By Dick Morris
October 11, 2004
It was Reagan-Mondale all over again. In the first debate of 1984, Walter Mondale soundly defeated Ronald Reagan, and in the process raised questions about the elderly president's metal acuity. In the first debate of 2004, Kerry's victory raised worries about President Bush's mental acuity. But in the second debate of his re-election year, Reagan rebounded through his humor to reassure the doubters. Twenty years later, Bush recovered through his aggressiveness to make clear that he is still the president, still the man.
Bush won even in the domestic-policy part of the debate - a victory that was as unlikely as John Kerry's win in last week's confrontation on foreign issues. By explaining his tax-cut policies and hanging John Edwards' trial-lawyer record around Kerry's neck, he rebutted the Democratic attacks and made his own record visible and showcased it compellingly.
But it was in the opening 38 minutes that focused on Iraq and the War on Terror that Bush won the key points. By coming out aggressively and attacking the bribery in the Oil-for-Food program, he showed the strength and vigor that Americans know is necessary to deal with the terrorist threat.
Bush won this debate by acing the issue of Iraq. He explained the rationale for the war and tied it to protecting homeland security. He defended his deficit by saying he was not willing either to raise taxes or to endanger our troops by underfunding the War on Terror.
The dignified, coiffured John Kerry came out behind his podium and paced the floor. But he was shown up by George W. Bush. He showed how superficial were his arguments and how contradictory was his record. In a forum that seemed more real for the participation of the voters, Bush made it clear that he is in charge and that he is protecting us in a way that John Kerry never could do.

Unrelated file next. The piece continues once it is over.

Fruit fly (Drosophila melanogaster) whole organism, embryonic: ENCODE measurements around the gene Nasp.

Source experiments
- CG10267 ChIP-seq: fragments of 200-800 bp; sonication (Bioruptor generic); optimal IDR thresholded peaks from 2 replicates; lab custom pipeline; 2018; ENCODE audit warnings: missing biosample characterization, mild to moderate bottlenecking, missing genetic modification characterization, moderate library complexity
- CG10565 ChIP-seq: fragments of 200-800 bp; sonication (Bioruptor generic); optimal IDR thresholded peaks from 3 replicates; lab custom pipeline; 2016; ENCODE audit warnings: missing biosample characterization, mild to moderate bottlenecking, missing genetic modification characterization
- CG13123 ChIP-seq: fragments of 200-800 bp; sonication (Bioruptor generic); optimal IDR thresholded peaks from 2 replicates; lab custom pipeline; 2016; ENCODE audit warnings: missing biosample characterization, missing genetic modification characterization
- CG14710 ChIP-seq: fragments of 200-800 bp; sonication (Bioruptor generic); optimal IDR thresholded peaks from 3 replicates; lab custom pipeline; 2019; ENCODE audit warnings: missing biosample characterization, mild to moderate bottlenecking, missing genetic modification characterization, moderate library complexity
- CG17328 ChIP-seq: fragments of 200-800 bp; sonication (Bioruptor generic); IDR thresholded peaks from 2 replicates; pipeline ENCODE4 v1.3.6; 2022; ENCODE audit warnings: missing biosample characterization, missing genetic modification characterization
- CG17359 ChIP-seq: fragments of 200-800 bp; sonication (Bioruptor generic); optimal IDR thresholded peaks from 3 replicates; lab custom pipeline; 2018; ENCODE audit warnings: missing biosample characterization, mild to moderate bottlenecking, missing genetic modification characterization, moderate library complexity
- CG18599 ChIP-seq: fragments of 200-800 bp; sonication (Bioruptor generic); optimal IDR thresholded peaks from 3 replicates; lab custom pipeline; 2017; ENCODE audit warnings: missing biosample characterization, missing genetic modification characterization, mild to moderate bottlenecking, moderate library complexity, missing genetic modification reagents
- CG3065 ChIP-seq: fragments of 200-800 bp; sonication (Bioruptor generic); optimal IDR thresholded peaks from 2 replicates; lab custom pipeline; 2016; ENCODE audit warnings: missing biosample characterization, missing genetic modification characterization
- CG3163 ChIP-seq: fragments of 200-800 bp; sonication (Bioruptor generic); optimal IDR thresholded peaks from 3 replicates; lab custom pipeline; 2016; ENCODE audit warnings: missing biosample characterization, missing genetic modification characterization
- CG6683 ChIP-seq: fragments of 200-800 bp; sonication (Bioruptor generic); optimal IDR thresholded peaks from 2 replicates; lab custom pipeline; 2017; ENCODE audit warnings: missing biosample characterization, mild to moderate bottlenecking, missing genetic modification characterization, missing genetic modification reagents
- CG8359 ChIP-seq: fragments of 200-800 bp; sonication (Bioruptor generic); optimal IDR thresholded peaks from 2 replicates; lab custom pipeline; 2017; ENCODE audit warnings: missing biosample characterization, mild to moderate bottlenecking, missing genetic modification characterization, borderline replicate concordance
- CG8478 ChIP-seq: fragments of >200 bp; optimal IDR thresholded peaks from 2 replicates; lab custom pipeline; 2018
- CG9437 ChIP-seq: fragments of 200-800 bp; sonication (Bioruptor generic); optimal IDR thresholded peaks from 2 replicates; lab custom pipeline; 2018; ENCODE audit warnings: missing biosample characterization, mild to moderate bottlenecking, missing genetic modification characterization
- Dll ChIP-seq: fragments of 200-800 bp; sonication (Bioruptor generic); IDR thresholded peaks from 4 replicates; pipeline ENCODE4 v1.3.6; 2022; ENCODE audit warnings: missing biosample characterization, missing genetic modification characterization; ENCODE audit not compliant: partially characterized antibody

Kerry's debating gimmicks, his briefing notes, his talking points all came up against Bush's presidential-ness - and came up short. He was reduced to quibbling while the president focused on national policy and our public interest.
The essential contradiction of Kerry's position on Iraq became clear when Bush demonstrated how facile was the Democrat's hope that he could attract allies or win the war while proclaiming it a mistake, a failure, and a distraction.
And in the off-camera moments, it was Kerry's turn to look angry and for the bags under his eyes to acquire a petulance and a peevishness which had formerly marred Bush's performance.
Bush seemed ready to pounce. When Kerry spoke, it was Bush who crept up behind and rebutted the Democrat's talking points. Even on the question of abortion - where I agree with Kerry and disagree with Bush - the president did a good job of casting himself as a centrist and labeling Kerry as a leftist.
The crowd seemed to reinvigorate Bush. He spoke with a dignity lacking in the first debate and a presidential bearing that was not there last time.
By labeling Kerry as the most liberal member of the Senate, he pushed the Democrat into the corner and showed him to be outside the mainstream of American politics.
Bush took control of the debate. The president took over. Kerry was reduced to the posture of an outsider, a pretender, an advocate contrasted with the president.
Will the debate influence the election? Bush's responses and his policies won. He will emerge stronger for this debate. A tied race will likely revert to a Bush edge. Can Bush maintain it? Can he go through the final debate, on domestic policy, and keep his advantage?
He had a good workout in this
debate. He learned how to handle Kerry not only on foreign issues,
but on domestic issues as well. Bush is on his way.
Dick Morris was an adviser to Bill Clinton for 20 years. Look for his new book, Rewriting History.
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